This paper analyzes the German approach to devising police crime-control strategies as a theoretical instrument for enabling the police to develop crime-reduction strategies through criminal investigations.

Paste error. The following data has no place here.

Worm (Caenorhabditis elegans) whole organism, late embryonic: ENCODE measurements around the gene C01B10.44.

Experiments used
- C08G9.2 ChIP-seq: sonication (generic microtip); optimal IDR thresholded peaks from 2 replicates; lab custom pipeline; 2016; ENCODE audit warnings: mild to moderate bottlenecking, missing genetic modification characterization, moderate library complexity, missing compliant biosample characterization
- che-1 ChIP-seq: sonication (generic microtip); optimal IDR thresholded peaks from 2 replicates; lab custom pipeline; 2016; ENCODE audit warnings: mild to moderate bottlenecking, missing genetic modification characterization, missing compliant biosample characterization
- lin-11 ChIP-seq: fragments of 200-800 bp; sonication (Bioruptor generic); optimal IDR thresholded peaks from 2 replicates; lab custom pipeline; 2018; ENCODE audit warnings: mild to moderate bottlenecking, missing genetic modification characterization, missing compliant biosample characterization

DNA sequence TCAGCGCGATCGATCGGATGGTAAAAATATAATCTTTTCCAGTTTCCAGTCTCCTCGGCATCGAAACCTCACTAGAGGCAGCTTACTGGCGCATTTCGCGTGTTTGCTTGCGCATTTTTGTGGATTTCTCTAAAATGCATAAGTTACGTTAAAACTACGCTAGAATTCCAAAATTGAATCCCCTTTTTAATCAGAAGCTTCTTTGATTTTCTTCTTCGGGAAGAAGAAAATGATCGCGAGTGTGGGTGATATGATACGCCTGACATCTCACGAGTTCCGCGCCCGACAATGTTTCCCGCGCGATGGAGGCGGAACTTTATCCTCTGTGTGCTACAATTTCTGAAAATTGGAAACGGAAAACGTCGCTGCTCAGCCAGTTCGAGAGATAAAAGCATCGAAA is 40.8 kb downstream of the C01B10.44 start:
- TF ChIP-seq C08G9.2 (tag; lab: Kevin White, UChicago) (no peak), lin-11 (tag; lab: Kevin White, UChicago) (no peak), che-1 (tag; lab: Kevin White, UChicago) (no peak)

The analysis distinguishes between "general" and "operative" criminal investigation strategies. The criterion for this distinction is the object of analysis and the level of planning. In "general" criminal investigation strategies, the focus is on reducing all crime or a certain type of crime. "General" criminal investigation strategies are further divided into crime strategies, which are oriented toward certain types of crime (e.g., economic, organized, and property crime); strategies that target individual professional fields of police work (e.g., covert investigation methods); and regional strategies (crime reduction in a geographically limited area). "Operative" criminal investigation strategies, on the other hand, involve planning to reduce individual types of criminal offenses in a certain area, e.g., peer violence in schools, street violence, and the street sale of drugs. "Operative" criminal investigation strategies rarely address the activities of a certain crime group. Police management involves the coordination of, training for, and the acquisition of tools for the investigative strategies that will result in the prevention and/or reduction of various types of crimes, individual criminals, and criminal groups. This new type of police management strategy for criminal investigations goes beyond an exclusive management focus on the investigation of individual crimes that have already occurred. Instead, it begins with a comprehensive analysis of the types of crimes and criminals that threaten the security and safety of the public, followed by the development of comprehensive investigative strategies and tools tailored to crime types, so as to prevent and reduce these crimes. 1 figure and 22 references